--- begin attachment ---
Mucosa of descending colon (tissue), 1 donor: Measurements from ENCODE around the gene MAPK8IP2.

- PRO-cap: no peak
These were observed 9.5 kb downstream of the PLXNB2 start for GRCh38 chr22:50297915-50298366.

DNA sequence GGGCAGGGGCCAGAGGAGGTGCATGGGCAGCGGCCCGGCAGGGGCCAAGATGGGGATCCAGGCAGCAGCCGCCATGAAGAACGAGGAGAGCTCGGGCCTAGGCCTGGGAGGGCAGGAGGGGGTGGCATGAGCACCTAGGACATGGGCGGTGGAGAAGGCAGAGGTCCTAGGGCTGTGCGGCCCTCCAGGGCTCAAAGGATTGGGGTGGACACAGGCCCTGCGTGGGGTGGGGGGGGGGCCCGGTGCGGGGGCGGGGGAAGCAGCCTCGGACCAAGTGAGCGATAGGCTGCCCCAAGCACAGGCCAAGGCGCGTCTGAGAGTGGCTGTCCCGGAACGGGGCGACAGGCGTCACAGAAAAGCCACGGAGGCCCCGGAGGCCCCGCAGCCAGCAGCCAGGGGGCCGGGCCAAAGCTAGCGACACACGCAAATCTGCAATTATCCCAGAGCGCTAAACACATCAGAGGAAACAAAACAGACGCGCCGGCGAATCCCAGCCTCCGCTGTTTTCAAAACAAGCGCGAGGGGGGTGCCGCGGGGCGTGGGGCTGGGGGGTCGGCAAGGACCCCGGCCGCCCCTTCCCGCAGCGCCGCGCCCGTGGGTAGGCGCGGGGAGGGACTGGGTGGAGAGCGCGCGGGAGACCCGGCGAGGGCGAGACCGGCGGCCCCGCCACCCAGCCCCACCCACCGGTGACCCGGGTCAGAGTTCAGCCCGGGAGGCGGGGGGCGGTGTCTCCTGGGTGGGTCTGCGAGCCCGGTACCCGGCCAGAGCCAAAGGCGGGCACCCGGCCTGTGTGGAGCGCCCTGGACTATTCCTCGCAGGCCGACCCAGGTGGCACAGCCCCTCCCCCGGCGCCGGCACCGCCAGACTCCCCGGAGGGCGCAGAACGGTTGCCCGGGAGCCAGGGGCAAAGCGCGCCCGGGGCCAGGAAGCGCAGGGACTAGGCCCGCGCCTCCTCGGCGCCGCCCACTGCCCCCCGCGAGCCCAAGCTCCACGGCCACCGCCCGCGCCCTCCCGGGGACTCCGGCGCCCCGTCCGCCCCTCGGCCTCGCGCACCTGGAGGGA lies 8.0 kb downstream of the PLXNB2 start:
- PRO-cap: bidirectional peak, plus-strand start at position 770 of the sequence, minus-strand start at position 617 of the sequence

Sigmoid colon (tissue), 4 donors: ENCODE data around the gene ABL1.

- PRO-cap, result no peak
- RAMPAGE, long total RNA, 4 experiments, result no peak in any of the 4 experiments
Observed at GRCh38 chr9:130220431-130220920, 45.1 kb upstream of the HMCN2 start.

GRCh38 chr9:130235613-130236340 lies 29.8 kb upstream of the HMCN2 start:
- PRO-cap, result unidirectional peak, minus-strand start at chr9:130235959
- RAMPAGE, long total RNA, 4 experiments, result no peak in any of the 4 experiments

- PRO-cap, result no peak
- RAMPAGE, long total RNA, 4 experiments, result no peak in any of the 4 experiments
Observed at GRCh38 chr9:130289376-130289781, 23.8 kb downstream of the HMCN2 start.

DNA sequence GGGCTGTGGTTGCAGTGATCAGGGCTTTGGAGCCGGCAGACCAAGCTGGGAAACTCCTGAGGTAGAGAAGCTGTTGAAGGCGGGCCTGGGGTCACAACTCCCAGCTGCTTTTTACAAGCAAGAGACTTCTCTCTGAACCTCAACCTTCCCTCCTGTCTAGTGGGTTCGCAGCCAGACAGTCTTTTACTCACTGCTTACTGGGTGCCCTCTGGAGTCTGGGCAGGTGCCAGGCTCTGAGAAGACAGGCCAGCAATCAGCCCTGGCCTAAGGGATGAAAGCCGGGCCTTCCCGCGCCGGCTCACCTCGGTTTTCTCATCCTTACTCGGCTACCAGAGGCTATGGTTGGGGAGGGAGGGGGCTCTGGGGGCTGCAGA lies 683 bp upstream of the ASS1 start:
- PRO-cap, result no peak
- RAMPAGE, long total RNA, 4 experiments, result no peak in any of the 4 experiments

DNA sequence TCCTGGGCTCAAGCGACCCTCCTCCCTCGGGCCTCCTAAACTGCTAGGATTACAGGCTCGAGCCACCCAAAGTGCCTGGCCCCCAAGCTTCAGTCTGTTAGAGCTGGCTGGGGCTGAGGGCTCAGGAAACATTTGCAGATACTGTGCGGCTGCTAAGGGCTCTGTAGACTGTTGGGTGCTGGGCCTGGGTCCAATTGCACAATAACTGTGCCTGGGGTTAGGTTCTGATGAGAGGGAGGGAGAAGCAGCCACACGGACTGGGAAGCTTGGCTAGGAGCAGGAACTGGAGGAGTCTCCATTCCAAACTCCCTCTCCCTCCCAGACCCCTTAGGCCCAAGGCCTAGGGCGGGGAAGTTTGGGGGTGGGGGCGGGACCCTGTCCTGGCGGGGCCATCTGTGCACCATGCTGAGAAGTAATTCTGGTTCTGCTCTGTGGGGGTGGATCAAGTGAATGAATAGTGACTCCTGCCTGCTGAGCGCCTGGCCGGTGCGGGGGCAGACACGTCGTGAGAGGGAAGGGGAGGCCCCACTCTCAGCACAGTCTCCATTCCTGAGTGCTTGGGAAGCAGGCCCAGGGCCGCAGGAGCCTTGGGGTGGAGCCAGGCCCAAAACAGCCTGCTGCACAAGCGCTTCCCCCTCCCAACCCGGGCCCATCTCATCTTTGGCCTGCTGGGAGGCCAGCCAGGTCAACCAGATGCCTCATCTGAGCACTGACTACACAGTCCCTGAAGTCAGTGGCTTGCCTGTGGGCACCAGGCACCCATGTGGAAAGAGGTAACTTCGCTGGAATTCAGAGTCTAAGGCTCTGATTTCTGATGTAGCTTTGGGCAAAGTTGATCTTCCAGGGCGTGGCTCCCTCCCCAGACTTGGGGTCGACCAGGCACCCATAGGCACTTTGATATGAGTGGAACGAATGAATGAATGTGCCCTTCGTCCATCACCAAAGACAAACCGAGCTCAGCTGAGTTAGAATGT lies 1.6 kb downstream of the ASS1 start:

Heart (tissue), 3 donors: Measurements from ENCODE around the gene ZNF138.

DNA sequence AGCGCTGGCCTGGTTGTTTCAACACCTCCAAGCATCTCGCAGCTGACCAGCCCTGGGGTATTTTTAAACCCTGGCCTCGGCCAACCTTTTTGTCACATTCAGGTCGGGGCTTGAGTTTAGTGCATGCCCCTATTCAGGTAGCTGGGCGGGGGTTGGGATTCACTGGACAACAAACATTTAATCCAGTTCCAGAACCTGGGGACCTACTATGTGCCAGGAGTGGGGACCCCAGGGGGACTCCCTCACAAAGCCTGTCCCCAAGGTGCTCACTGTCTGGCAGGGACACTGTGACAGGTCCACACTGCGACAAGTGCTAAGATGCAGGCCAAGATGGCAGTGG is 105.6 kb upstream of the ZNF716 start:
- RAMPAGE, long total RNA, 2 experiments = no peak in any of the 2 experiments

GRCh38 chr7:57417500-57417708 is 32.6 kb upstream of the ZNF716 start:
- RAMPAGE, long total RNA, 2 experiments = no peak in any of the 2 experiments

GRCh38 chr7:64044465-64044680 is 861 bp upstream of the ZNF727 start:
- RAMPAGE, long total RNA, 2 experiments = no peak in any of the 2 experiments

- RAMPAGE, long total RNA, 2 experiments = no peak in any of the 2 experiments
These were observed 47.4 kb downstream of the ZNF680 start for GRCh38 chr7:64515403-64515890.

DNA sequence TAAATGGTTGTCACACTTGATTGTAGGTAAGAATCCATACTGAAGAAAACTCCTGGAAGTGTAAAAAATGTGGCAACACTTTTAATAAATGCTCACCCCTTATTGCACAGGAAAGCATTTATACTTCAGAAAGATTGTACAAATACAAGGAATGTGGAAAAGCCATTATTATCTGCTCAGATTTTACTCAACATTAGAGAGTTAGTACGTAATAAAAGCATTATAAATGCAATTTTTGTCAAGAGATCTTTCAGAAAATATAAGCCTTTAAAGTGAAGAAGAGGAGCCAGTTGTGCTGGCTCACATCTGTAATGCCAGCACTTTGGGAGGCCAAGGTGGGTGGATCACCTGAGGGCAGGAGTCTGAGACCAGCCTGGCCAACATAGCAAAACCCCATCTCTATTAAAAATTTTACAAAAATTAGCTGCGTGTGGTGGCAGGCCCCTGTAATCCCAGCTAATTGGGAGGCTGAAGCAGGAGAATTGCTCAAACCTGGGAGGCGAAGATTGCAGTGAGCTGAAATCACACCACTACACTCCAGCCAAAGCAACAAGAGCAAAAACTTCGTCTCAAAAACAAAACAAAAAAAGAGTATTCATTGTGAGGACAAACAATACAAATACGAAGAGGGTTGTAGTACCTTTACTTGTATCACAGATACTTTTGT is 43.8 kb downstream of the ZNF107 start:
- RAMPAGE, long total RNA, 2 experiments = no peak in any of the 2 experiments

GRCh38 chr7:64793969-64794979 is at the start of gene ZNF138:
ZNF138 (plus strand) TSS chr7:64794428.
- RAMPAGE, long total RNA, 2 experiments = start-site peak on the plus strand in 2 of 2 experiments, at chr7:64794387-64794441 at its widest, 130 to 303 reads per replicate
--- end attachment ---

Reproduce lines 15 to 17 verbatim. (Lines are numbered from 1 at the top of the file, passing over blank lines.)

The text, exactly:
Observed at GRCh38 chr9:130289376-130289781, 23.8 kb downstream of the HMCN2 start.

DNA sequence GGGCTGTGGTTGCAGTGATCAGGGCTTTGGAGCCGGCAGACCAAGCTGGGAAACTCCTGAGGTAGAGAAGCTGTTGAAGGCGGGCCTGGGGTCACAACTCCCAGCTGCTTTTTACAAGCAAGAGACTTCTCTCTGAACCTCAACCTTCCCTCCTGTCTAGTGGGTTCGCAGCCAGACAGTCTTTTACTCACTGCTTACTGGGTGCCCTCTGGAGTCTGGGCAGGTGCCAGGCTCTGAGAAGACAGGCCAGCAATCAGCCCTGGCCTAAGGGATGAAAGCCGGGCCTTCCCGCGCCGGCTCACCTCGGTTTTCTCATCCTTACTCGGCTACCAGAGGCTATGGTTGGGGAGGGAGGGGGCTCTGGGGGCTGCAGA lies 683 bp upstream of the ASS1 start:
- PRO-cap, result no peak